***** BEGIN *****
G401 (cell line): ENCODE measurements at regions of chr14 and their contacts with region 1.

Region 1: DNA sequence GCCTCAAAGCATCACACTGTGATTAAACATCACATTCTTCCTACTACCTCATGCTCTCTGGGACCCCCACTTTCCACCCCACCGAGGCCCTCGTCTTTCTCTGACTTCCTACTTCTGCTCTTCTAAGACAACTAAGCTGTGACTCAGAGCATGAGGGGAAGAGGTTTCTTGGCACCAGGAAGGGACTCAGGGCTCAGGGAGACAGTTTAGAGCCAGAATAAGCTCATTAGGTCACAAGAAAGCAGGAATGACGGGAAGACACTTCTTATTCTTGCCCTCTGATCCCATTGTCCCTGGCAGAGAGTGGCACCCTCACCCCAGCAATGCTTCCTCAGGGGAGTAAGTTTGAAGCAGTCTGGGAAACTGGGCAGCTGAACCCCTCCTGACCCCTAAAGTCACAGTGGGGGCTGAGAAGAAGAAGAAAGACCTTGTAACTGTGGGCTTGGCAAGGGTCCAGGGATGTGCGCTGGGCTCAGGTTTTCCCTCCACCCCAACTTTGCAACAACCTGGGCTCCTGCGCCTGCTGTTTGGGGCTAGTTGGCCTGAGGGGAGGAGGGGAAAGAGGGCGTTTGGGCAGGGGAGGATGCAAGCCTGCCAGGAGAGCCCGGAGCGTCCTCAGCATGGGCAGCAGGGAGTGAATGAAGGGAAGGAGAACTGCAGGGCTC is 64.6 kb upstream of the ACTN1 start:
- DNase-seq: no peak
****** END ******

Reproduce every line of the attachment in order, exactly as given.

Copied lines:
G401 (cell line): ENCODE measurements at regions of chr14 and their contacts with region 1.

Region 1: DNA sequence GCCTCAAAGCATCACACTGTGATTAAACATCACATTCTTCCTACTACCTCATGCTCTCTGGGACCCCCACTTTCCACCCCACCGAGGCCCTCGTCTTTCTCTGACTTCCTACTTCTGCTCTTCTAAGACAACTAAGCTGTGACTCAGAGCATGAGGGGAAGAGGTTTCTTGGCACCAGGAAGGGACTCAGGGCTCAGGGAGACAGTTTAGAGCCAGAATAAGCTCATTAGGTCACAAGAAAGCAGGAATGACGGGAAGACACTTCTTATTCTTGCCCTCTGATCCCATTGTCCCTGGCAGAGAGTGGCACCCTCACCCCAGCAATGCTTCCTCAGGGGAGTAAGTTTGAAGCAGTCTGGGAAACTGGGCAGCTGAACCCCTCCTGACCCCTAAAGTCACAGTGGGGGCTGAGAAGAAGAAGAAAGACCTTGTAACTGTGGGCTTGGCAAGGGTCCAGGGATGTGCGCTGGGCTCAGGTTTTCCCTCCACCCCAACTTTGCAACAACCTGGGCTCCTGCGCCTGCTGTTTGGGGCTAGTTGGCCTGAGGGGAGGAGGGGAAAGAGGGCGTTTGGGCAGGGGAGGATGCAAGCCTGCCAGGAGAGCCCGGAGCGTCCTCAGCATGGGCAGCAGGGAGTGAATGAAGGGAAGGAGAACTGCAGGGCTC is 64.6 kb upstream of the ACTN1 start:
- DNase-seq: no peak